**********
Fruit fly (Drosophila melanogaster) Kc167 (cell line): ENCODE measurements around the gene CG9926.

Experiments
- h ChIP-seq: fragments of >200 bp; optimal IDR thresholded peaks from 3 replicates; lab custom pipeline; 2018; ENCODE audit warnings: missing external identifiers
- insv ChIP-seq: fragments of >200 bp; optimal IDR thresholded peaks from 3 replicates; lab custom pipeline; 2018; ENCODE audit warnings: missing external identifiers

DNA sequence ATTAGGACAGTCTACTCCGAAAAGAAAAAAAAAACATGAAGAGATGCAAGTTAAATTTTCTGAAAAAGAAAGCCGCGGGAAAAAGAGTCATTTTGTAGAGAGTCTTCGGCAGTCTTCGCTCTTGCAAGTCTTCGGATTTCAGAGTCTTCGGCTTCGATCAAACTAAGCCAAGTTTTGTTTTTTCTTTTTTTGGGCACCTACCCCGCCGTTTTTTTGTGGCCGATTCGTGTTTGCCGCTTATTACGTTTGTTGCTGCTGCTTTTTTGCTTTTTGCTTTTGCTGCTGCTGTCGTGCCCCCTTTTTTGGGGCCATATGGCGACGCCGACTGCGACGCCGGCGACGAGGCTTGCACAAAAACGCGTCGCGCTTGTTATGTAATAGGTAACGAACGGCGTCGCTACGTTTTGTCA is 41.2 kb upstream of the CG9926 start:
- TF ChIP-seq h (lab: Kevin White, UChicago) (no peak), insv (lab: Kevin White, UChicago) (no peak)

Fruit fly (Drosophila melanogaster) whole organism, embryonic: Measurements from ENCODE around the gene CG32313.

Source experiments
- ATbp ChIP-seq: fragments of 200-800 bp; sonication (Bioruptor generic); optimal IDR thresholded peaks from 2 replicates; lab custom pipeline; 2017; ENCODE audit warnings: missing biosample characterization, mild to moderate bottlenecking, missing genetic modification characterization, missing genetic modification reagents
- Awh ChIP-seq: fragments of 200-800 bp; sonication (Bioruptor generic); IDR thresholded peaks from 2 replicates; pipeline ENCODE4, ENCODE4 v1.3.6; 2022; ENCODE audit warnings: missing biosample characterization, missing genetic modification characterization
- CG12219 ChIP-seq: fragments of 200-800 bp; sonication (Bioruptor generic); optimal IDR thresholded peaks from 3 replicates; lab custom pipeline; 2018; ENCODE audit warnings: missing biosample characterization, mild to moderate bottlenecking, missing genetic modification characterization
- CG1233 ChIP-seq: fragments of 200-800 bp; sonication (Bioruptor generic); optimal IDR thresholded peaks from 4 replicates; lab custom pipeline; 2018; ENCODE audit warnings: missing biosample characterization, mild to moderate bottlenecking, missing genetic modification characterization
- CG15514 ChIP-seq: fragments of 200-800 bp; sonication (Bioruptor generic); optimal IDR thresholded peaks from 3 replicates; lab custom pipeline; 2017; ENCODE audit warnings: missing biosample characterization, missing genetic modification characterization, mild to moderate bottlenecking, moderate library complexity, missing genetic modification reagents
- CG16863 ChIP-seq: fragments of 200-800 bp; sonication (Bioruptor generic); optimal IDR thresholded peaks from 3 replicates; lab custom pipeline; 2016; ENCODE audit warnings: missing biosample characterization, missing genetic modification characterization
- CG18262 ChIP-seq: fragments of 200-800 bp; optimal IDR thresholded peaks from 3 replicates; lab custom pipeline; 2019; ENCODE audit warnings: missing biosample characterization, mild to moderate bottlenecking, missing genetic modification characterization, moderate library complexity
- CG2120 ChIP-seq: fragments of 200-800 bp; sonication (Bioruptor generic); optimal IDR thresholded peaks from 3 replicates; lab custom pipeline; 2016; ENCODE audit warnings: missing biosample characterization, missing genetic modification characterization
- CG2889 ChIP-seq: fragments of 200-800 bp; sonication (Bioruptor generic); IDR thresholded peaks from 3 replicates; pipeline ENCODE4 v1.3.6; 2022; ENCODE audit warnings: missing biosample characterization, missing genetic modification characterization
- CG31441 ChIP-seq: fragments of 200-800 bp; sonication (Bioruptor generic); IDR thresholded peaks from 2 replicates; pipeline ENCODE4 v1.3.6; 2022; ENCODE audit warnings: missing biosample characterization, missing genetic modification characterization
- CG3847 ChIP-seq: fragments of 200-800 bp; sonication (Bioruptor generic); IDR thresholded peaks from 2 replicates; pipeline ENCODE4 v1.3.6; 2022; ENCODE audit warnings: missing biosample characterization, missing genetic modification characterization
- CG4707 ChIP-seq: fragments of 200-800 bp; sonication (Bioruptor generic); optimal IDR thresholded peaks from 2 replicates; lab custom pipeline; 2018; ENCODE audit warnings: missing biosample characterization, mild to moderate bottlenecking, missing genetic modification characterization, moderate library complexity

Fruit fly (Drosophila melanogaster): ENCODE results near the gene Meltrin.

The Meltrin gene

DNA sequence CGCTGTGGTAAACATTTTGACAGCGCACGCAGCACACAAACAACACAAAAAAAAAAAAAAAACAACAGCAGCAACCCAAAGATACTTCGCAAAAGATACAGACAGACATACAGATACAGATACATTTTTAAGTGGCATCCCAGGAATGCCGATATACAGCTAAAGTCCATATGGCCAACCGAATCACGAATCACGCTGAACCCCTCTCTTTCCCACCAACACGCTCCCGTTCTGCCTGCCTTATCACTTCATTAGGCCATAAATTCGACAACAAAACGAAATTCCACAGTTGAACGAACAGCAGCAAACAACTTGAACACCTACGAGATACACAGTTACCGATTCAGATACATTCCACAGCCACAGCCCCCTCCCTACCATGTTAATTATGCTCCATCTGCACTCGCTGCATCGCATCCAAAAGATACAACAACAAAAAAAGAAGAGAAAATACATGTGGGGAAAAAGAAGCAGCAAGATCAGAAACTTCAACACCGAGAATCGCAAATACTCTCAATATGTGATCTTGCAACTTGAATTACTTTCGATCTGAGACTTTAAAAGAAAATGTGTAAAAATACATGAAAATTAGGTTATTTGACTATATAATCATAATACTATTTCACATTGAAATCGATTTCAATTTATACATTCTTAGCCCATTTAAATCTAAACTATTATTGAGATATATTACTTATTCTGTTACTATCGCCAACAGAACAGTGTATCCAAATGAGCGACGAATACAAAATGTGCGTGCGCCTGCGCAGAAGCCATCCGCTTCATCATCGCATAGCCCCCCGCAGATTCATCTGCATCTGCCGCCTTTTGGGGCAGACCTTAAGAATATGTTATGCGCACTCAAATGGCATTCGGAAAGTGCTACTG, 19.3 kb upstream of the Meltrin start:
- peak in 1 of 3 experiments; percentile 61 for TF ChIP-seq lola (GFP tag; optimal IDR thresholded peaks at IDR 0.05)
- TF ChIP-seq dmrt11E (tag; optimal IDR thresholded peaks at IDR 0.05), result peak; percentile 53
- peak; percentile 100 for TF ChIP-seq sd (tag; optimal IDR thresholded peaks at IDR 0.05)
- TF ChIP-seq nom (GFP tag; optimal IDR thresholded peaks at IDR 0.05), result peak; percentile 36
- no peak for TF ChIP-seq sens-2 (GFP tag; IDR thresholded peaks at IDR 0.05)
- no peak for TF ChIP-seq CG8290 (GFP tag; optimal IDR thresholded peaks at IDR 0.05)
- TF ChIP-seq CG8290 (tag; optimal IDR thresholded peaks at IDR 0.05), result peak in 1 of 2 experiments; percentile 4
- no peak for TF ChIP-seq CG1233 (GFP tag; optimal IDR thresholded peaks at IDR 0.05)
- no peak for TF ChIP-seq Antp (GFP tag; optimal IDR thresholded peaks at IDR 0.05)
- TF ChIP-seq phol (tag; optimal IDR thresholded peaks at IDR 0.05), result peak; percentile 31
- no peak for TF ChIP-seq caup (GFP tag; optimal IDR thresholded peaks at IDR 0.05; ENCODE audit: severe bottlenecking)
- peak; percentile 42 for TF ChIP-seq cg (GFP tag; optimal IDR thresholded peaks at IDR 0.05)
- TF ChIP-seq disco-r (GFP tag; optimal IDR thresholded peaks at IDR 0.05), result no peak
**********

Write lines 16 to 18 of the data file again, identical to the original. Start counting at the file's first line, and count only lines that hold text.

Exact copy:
- CG2120 ChIP-seq: fragments of 200-800 bp; sonication (Bioruptor generic); optimal IDR thresholded peaks from 3 replicates; lab custom pipeline; 2016; ENCODE audit warnings: missing biosample characterization, missing genetic modification characterization
- CG2889 ChIP-seq: fragments of 200-800 bp; sonication (Bioruptor generic); IDR thresholded peaks from 3 replicates; pipeline ENCODE4 v1.3.6; 2022; ENCODE audit warnings: missing biosample characterization, missing genetic modification characterization
- CG31441 ChIP-seq: fragments of 200-800 bp; sonication (Bioruptor generic); IDR thresholded peaks from 2 replicates; pipeline ENCODE4 v1.3.6; 2022; ENCODE audit warnings: missing biosample characterization, missing genetic modification characterization